Rich, Regal Rio — Wandering Through the 19th Century
by Elizabeth Willoughby
Rio de Janeiro is iconised by Carnival, recognised by the Christ the Redeemer statue and famous as a plastic surgery capital of the world, but it would be a mistake to ignore the historical role it played in Brazil's modern history. If you have a few days in Rio, here are some suggestions on how you might spend them:
1. It is the mid-1800s, and the harbour of Rio de Janeiro is bustling and humming with activity. The coffee boom has revitalized the Brazilian economy giving Rio's port a new importance and financing the modernization of the colonial city. Travellers are coming and going, sailing the now regular passenger ships to London and Paris. They rush to and fro the ferry service to Niteroí across the bay. They slog through the muddy harbour streets below the overpasses that run from the Emperor's palace to the convent to the royal chapel keeping the monarch family's shoes clean and dry, but soon the streets will be paved. A telegraph system and gas streetlights have already been installed. Houses, convents, churches and public buildings, a sewage system and the first railway station are all under construction. Business is booming, immigration is rampant, prosperity rises each day with the sun, the city is thriving.
The excitement of this period can still be felt today in Rio's historical centre. Though the port has been relocated, most of the city's important museums and colonial buildings still exist interspersed in what is now the city's centre of finance and commerce. The hustle and bustle of daily life continues in and amongst these impressive, handsome buildings.
2. Standing on the small island only a five-minute boat ride from the old port at Praça 15 de Novembro, Dom Pedro II beheld his capital. It was 1881. Surrounded by mountains, over-looking his city and harbour, and watchful of the entrance to Guanabara Bay, this is where he decided to build his customs house, in Neogothic style modeled after a 14th-century castle in France. Seven and a half years later, the castle was completed and no expense had been spared. With hand-carved native stone, stained and painted glass fired in England, a mosaic wooden floor, gold stars painted on arched ceilings, crystal chandeliers, wrought iron work and a German clock on top, meticulous attention was given to every detail. Regal enough to hold a ball in, perhaps? That is exactly what Fiscal Island is now famous for: The Last Ball.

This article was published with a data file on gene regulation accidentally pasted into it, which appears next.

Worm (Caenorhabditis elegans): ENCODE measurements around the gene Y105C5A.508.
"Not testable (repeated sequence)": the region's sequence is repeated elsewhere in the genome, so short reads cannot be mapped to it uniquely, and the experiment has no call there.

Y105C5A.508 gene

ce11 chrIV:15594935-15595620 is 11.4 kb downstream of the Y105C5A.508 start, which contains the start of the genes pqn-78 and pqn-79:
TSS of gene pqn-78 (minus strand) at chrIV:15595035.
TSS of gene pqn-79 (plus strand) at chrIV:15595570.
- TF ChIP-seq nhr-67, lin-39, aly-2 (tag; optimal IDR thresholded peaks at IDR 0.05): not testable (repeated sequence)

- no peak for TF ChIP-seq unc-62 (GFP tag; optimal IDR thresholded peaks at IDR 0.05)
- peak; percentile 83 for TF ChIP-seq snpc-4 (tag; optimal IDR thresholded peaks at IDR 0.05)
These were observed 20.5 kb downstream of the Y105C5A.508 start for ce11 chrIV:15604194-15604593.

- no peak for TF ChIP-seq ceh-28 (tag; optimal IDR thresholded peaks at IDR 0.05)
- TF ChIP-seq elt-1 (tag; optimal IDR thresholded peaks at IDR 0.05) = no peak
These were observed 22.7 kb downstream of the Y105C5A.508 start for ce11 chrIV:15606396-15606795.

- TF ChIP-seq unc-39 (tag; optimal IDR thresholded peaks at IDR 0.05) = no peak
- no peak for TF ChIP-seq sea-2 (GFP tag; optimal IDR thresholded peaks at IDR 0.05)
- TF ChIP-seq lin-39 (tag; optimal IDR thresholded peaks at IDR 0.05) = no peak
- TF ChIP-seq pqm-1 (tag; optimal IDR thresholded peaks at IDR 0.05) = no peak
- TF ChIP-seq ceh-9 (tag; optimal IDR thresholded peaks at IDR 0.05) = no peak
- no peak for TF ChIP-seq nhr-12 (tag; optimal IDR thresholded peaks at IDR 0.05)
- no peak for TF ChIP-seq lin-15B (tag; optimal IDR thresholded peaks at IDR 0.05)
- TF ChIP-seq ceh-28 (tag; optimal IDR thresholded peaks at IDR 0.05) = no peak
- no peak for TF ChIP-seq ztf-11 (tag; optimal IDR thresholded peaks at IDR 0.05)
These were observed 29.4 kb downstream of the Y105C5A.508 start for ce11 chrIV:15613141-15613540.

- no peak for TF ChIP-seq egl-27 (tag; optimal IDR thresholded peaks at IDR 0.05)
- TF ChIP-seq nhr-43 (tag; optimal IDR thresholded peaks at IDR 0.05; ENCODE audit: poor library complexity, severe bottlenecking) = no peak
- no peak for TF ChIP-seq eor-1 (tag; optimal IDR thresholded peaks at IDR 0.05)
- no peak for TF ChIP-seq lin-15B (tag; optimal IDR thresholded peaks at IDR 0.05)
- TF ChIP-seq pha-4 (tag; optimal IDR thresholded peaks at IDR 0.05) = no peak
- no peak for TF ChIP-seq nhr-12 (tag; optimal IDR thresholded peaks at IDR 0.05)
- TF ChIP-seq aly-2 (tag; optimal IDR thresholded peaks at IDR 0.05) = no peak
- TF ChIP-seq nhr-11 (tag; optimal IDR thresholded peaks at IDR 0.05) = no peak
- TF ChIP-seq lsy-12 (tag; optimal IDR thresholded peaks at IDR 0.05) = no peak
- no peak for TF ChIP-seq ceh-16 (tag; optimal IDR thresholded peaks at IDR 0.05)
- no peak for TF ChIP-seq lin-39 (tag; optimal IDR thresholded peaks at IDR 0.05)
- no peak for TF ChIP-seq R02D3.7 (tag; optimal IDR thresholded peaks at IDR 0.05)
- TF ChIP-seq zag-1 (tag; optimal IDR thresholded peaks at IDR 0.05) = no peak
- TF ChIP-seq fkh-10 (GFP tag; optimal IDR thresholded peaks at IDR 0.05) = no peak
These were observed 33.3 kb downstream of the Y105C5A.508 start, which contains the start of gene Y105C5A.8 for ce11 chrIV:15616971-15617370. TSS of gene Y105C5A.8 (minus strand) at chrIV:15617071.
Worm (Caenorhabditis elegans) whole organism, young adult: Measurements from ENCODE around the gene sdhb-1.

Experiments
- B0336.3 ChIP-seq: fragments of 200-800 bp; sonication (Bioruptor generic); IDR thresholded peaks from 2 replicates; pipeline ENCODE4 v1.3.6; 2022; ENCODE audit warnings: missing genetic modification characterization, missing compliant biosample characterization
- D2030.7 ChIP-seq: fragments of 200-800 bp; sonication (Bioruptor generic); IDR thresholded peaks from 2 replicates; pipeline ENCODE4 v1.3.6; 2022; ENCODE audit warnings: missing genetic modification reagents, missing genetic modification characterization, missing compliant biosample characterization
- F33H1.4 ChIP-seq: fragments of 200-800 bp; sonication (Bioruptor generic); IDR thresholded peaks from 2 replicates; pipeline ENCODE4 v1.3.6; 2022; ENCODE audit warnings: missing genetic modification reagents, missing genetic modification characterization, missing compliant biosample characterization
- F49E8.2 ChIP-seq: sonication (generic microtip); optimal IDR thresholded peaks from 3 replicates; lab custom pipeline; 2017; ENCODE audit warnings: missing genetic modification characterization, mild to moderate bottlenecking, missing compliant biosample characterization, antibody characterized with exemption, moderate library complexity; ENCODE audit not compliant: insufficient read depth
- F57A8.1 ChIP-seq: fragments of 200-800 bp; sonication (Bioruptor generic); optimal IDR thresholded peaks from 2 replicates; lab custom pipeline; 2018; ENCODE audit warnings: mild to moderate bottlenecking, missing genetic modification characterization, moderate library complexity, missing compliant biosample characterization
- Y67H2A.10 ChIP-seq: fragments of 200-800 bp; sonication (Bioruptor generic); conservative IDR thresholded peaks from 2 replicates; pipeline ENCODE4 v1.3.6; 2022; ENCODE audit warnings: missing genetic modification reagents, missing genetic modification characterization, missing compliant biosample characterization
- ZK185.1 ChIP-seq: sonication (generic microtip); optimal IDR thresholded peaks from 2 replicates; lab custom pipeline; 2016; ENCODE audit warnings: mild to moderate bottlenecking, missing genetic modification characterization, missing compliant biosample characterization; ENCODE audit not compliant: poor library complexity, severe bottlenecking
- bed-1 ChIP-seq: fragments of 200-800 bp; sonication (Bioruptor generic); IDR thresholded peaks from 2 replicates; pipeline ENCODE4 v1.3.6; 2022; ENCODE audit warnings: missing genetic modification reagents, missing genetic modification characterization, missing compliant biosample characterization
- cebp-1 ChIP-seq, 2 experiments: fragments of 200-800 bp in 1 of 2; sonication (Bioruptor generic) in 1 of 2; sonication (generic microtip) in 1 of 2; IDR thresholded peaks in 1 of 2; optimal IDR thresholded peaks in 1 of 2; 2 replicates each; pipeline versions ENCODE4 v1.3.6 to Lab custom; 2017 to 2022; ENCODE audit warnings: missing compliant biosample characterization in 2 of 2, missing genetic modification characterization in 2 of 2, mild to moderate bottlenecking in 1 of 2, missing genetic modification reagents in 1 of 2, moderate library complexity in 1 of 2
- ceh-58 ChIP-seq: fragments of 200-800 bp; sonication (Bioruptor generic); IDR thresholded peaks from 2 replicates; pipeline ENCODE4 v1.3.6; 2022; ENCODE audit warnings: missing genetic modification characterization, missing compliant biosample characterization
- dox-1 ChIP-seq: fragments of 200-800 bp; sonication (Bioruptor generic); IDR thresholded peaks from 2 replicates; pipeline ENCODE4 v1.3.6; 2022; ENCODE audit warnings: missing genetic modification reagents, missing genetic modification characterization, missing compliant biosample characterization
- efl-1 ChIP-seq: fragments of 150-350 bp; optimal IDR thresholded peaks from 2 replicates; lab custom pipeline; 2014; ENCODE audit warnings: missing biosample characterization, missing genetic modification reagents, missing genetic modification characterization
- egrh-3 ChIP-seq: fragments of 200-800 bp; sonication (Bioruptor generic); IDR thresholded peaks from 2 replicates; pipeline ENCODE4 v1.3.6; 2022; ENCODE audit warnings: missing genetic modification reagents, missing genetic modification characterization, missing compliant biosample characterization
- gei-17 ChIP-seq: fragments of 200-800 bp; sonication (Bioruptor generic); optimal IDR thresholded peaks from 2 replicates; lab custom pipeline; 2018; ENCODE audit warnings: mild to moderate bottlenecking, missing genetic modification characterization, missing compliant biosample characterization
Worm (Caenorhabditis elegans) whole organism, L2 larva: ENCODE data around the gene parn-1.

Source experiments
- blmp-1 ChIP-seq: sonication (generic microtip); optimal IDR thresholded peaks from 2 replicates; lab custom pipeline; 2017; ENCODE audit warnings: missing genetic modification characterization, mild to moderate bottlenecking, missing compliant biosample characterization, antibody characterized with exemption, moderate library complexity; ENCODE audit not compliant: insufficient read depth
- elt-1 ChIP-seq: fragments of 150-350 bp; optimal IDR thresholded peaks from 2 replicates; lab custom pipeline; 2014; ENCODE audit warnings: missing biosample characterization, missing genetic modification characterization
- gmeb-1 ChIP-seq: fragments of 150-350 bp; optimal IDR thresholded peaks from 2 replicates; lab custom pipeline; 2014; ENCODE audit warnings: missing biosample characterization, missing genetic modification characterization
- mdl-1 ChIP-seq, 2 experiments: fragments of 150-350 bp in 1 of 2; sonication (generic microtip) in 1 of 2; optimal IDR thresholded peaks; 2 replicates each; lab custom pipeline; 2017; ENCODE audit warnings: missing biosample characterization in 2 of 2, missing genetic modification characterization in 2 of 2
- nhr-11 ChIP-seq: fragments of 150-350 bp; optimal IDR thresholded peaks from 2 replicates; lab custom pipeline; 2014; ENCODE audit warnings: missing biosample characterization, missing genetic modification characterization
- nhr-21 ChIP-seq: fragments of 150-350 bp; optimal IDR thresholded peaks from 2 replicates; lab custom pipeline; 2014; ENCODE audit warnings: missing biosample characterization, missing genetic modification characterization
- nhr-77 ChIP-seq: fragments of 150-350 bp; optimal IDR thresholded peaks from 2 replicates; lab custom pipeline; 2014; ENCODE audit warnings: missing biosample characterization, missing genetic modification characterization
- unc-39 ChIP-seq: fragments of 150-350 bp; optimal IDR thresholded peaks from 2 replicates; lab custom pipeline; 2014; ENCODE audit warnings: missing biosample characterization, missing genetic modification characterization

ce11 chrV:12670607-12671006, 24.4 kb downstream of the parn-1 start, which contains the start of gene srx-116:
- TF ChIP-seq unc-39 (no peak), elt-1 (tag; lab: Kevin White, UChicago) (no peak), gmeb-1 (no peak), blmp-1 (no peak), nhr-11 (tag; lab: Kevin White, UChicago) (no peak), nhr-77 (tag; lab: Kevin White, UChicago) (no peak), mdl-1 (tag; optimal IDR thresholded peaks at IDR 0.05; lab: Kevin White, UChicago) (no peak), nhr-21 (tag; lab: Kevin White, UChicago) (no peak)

Dom Pedro held the soirée in November 1889, a dazzling, red-carpet affair with 2,000 guests. When he arrived at the island with his family, he stumbled while disembarking. Rejecting help from bystanders, Dom Pedro said, "The Emperor may fall, but not the Empire." Ironically, six days later he and his family were evicted and Brazil became a republic.
Besides a tour of Fiscal Island, which includes the history and legends, a walk through the castle and around displays of the Navy's activities in South America, there is a small museum at the mainland port and a short, one-hour tour of the bay on the Navy's tugboat, Laurindo Pitta, from 1910.
Longer tours on various other boats take guests out into the bay past moored sailboats as scores of tainha fish leap into the air and smack back into the water, and cruise the inlets of the coast. Passengers can absorb the landscape from an offshore perspective, getting the sense of a time long ago when whales once came here to birth in safety. It's the view that led Gaspar de Lemos to believe that he had entered a river instead of a bay (thus naming it Rio de Janeiro - January River). It's a place where many battles were fought from these forts and strategic points, and where an unlikely colony of less than 1,000 found beauty and riches too tempting to leave, developing into the "cidade maravilhosa" that it is today.
3. Santa Teresa is a charming, picturesque district that appeals to all senses. In the 1800s, Rio's rich and sophisticated lived up here along the narrow, tree-lined streets that snaked through the hilly suburb, taking the tram downtown to work. As the hills below began to fill with favelas (slums), the mansions were abandoned. In the 60s and 70s, hippies, attracted to the rich colours, luscious gardens, and houses and castles from various periods, infiltrated the area. Today the neighbourhood houses artists, handicraftsmen and intellectuals.
The streetcars still operate in Santa Teresa, leaving the station every half-hour, the best way to view the area. First crossing the aqueduct, the tram winds its way up through the historic streets. An entire day can be spent wandering this quaint, village-like quarter absorbing the sites, smells and sounds: scenic residences, gardens, curvy streets and secret alleys, views of Guanabara Bay down below, parks and museums, galleries and workshops, convents and temples, cafes and restaurants.
Abundant, rich and steeping in history, rediscover Rio de Janeiro's last royal century.
Article ©Elizabeth Willoughby 2001
This article was published in the Sunday News, São Paulo 2001 and at Examiner.com 2016
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